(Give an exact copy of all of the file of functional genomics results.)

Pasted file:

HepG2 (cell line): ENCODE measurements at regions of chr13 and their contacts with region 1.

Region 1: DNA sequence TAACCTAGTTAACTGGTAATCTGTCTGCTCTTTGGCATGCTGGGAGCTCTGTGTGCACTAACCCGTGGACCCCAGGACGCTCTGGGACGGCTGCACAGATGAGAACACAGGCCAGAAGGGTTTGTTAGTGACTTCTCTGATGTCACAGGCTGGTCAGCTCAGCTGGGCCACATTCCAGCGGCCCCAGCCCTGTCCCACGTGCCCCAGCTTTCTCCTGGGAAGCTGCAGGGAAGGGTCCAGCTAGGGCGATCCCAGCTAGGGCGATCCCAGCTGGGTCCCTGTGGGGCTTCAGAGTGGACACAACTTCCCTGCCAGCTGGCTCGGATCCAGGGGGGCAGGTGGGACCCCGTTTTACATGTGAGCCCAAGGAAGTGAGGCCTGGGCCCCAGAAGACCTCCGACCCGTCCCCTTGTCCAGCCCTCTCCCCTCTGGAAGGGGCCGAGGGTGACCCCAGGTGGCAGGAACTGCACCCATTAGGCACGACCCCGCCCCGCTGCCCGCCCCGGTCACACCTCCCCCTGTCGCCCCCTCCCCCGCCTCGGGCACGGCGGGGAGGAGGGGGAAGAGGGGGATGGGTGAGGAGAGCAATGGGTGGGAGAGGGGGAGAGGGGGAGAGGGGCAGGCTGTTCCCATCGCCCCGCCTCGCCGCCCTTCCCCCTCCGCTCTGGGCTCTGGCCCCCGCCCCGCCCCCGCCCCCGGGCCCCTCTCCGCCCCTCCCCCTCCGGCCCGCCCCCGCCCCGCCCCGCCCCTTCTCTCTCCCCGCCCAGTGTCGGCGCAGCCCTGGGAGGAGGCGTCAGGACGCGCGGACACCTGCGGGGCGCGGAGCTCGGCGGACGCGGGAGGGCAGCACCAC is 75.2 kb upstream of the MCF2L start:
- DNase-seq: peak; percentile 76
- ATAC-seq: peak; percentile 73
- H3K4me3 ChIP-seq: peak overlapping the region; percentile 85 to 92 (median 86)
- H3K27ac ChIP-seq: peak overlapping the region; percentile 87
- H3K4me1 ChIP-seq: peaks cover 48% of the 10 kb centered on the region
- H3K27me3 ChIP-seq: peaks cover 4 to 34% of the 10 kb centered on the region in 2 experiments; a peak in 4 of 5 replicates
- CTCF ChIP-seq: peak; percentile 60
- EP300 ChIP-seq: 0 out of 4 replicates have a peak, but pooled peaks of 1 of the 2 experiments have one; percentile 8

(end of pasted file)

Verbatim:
HepG2 (cell line): ENCODE measurements at regions of chr13 and their contacts with region 1.

Region 1: DNA sequence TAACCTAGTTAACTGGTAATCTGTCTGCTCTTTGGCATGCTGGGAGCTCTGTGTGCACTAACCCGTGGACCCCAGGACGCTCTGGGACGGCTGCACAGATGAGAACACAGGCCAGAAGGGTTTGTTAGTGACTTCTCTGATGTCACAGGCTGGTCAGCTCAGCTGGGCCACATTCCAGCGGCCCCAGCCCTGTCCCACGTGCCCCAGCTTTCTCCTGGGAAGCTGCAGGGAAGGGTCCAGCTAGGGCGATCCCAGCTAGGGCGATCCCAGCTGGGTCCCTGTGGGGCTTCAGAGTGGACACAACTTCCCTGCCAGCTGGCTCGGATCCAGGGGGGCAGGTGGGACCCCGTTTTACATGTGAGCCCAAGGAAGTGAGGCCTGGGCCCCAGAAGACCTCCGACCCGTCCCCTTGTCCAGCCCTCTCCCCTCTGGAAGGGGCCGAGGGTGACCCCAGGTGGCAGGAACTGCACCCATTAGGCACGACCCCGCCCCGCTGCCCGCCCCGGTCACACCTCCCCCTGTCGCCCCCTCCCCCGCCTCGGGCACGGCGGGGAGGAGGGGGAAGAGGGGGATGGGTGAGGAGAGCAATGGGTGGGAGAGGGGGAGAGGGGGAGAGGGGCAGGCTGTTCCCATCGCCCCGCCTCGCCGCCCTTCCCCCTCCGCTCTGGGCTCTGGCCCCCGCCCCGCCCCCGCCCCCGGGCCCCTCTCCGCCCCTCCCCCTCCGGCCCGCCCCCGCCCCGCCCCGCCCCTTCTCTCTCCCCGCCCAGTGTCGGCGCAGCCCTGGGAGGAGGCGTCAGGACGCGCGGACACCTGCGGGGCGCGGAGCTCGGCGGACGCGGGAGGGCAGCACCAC is 75.2 kb upstream of the MCF2L start:
- DNase-seq: peak; percentile 76
- ATAC-seq: peak; percentile 73
- H3K4me3 ChIP-seq: peak overlapping the region; percentile 85 to 92 (median 86)
- H3K27ac ChIP-seq: peak overlapping the region; percentile 87
- H3K4me1 ChIP-seq: peaks cover 48% of the 10 kb centered on the region
- H3K27me3 ChIP-seq: peaks cover 4 to 34% of the 10 kb centered on the region in 2 experiments; a peak in 4 of 5 replicates
- CTCF ChIP-seq: peak; percentile 60
- EP300 ChIP-seq: 0 out of 4 replicates have a peak, but pooled peaks of 1 of the 2 experiments have one; percentile 8